The animals feed on tree leaves which they break themselves while passing. But since they rarely get the time to stand in one place they break off a few leaves of peepal and then munch them as they go on. They rarely have access to water – certainly not to the 600 litres that they need daily. If the rider finds a village pond, then they drink the filthy feces covered water. Many of these elephants are “owned” by rich landlords who rent them out to young boys, charging them Rs 100 a day. The boys misuse them, beat them and use them to give rides to village children charging them money per ride. During any election, they are offered to candidates of the Bahujan Samaj Party.

The animals feed on tree leaves which they break themselves while passing. But since they rarely get the time to stand in one place they break off a few leaves of peepal and then munch them as they go on. They rarely have access to water – certainly not to the 600 litres that they need daily. If the rider finds a village pond, then they drink the filthy feces covered water. Many of these elephants are “owned” by rich landlords who rent them out to young boys, charging them Rs 100 a day. The boys misuse them, beat them and use them to give rides to village children charging them money per ride. During any election, they are offered to candidates of the Bahujan Samaj Party. T.N. Seshan, when he was Election Commissioner banned the use of animal symbols but he let the elephant stay, probably because he thought that, since it was protected under the Wildlife Protection Act, it would not be used. Now, the Bahujan Samaj Party, which doesn’t care about any rules in India, uses them freely and illegally. Many circuses also buy elephants from these roaming madaris and pass them off with the papers of a previously dead elephant. In fact, according to the circuses, not a single elephant in their custody has died since 1972 – which is impossible specially since they keep them so badly. Which means that illegal buying is going on.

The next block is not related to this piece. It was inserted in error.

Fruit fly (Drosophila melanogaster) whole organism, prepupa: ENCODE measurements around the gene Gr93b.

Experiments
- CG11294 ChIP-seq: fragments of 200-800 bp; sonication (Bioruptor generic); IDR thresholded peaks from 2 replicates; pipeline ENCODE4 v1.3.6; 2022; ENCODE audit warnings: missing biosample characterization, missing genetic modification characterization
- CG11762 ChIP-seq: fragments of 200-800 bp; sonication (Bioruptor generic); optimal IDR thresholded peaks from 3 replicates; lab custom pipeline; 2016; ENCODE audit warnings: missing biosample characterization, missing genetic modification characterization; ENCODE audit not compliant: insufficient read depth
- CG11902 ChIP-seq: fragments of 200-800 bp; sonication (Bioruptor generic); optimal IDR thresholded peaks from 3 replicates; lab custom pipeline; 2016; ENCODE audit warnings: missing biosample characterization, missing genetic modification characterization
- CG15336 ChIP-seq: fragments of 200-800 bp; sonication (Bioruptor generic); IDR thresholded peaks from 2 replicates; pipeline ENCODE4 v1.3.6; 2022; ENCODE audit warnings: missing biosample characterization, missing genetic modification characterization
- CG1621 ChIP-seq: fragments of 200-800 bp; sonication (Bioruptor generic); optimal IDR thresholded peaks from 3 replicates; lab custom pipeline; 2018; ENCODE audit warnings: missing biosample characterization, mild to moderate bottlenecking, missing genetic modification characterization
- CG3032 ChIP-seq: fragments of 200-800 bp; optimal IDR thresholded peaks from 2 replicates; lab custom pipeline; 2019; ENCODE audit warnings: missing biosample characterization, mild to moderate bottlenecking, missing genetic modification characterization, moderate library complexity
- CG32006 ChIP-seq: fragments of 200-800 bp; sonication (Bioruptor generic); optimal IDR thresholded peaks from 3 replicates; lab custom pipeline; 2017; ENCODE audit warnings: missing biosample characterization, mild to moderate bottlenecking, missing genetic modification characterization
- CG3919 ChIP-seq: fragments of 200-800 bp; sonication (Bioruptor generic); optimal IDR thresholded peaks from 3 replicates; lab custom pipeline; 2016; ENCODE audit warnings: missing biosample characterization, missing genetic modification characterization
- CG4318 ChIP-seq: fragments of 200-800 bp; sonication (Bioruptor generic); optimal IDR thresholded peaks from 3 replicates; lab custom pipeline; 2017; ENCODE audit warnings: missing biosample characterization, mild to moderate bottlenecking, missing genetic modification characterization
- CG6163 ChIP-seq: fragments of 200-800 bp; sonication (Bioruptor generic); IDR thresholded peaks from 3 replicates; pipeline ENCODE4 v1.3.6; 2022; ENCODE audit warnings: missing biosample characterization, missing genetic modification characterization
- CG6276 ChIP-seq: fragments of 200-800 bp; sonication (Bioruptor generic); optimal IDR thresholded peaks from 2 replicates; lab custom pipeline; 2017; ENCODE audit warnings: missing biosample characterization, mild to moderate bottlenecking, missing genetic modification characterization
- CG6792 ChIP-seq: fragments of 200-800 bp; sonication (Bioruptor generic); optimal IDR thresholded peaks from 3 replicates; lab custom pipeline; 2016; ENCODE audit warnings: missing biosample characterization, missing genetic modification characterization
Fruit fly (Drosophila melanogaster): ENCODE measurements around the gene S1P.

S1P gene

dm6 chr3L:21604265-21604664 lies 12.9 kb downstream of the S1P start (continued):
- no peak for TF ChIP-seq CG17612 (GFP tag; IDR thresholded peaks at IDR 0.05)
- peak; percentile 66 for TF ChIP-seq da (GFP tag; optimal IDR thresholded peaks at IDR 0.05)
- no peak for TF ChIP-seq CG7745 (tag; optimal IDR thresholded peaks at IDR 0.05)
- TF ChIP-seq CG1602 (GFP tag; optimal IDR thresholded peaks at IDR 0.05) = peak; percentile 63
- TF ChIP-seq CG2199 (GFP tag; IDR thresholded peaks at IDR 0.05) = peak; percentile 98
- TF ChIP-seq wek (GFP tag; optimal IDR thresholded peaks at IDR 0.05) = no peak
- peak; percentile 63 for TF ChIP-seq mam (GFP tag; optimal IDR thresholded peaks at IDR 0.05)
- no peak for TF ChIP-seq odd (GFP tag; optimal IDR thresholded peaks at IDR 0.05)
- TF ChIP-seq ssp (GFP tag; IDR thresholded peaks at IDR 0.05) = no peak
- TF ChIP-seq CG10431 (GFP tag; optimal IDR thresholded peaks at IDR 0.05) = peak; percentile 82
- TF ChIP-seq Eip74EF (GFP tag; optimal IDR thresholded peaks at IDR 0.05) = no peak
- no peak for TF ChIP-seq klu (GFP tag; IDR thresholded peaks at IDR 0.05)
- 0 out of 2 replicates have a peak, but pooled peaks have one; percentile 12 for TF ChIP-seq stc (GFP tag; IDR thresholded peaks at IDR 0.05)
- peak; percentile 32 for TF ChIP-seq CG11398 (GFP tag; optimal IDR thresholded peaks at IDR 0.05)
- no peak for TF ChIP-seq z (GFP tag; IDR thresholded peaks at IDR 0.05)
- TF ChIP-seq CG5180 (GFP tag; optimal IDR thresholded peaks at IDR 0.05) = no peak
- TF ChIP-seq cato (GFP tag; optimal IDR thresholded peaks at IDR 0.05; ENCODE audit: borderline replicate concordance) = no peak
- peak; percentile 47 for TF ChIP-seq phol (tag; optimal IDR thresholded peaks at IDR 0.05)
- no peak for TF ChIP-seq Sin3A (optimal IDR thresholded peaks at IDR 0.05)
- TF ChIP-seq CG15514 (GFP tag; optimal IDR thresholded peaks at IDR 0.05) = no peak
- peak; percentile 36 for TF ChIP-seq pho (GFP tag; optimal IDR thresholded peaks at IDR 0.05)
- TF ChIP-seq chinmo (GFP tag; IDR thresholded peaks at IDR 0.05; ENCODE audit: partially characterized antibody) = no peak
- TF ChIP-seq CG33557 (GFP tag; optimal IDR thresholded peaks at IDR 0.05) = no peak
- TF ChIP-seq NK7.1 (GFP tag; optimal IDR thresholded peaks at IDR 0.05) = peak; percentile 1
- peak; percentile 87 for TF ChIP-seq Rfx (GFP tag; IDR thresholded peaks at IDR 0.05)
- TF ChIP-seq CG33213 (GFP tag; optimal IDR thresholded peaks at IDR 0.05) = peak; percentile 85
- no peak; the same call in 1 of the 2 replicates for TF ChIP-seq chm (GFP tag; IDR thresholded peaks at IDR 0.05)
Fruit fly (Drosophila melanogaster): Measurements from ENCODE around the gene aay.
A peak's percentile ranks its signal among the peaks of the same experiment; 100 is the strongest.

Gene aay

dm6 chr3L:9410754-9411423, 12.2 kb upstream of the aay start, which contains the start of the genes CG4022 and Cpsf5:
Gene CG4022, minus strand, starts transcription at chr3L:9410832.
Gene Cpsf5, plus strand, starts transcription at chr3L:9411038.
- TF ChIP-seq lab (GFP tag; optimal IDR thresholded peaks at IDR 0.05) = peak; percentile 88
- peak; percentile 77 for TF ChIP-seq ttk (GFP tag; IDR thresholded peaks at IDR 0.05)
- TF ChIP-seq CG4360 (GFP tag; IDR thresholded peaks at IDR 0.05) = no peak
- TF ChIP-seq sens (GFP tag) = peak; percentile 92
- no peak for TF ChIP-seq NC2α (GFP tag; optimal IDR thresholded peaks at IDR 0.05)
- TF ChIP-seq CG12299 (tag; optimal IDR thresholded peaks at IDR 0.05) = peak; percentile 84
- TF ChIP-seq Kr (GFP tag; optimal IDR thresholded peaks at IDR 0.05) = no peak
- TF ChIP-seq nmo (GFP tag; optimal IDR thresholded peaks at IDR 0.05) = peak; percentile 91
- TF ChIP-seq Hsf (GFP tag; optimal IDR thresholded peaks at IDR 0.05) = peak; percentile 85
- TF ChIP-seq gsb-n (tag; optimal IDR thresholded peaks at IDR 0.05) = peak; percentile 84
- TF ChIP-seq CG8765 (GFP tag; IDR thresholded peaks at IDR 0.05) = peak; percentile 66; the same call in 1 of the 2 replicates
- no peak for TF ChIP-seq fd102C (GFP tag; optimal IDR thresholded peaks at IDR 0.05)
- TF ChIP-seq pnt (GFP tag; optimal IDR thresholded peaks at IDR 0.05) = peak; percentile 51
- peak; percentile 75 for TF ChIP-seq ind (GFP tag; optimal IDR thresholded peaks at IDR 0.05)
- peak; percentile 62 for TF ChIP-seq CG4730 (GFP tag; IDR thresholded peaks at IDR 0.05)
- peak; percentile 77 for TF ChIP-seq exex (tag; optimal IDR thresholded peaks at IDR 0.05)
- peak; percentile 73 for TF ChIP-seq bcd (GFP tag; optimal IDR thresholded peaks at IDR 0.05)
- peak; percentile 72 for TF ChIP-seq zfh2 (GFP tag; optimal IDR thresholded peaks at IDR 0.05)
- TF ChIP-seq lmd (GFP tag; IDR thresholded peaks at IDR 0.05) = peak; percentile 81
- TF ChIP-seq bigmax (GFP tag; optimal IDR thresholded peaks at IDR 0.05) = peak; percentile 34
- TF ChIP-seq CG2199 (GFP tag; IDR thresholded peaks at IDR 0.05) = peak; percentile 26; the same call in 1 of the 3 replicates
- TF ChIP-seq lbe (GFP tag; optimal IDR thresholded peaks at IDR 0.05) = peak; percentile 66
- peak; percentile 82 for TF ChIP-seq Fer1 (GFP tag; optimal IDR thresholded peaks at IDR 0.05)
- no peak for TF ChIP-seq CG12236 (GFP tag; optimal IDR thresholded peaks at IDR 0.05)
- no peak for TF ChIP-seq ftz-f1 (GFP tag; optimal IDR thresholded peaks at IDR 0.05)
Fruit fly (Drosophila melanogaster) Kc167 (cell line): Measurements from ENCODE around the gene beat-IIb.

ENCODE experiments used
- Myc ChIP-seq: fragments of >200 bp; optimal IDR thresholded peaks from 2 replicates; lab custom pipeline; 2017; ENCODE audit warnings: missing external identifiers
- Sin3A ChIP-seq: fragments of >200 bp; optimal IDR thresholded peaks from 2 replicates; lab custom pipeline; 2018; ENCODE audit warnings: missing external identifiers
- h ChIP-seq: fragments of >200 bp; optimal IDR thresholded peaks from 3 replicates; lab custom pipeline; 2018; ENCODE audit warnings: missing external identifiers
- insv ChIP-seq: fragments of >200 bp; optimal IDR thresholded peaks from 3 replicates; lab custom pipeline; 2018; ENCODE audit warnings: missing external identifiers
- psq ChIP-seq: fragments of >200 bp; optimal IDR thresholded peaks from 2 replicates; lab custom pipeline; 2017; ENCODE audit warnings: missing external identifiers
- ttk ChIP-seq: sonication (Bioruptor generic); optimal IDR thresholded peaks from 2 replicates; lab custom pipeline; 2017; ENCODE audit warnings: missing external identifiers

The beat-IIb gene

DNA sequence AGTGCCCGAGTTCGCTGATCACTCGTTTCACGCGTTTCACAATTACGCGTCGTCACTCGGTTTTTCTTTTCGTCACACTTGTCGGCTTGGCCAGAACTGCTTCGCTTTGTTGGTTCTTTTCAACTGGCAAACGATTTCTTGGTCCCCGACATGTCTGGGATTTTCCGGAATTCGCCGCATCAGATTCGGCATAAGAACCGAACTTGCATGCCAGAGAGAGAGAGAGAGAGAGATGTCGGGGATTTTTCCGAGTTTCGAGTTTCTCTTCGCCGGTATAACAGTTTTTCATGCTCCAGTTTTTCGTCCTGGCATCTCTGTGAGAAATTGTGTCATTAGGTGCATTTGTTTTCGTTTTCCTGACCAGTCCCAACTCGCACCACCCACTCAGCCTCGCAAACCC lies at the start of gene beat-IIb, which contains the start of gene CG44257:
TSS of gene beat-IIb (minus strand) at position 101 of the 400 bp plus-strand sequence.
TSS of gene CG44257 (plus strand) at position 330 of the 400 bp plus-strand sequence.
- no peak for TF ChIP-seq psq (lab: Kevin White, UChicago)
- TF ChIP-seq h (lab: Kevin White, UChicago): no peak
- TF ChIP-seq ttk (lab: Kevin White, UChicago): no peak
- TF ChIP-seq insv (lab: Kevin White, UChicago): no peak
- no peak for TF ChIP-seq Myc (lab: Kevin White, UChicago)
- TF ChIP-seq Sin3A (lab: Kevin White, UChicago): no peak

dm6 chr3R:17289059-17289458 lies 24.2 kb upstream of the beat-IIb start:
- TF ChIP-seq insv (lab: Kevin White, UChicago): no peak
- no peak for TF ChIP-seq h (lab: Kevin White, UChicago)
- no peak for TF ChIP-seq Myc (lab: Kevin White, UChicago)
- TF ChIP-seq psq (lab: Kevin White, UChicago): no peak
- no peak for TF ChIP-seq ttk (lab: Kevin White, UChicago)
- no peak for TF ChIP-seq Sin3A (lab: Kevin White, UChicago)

If you come across an elephant anywhere in rural India, stop the rider and ask for papers. Make him dismount first otherwise he will make the elephant run away. He should have ownership papers from the Wildlife Department of the State. He cannot have ownership papers of the Wildlife Department of another State as elephants cannot cross State boundaries. If that does happen, he has to have transit papers of that State as well. If he has ownership papers, check the date. If the date is 1972 and the elephant looks young then the man is a poacher. (You can tell the age of an elephant by the molar teeth. Adult elephants have a series of six molars on each side of the upper and lower jaw. The teeth break and grow again. But that is too complicated for you to assess. Get the local police to hold the elephant while you call the local DFO or animal welfare person that you know. The elephant will have to be seized and the man sent to custody. The elephant then can go into a forest range. If the police do not listen, call me at 011-23357088. It is time the people of India woke up to the open misuse and destruction of this wonderful animal.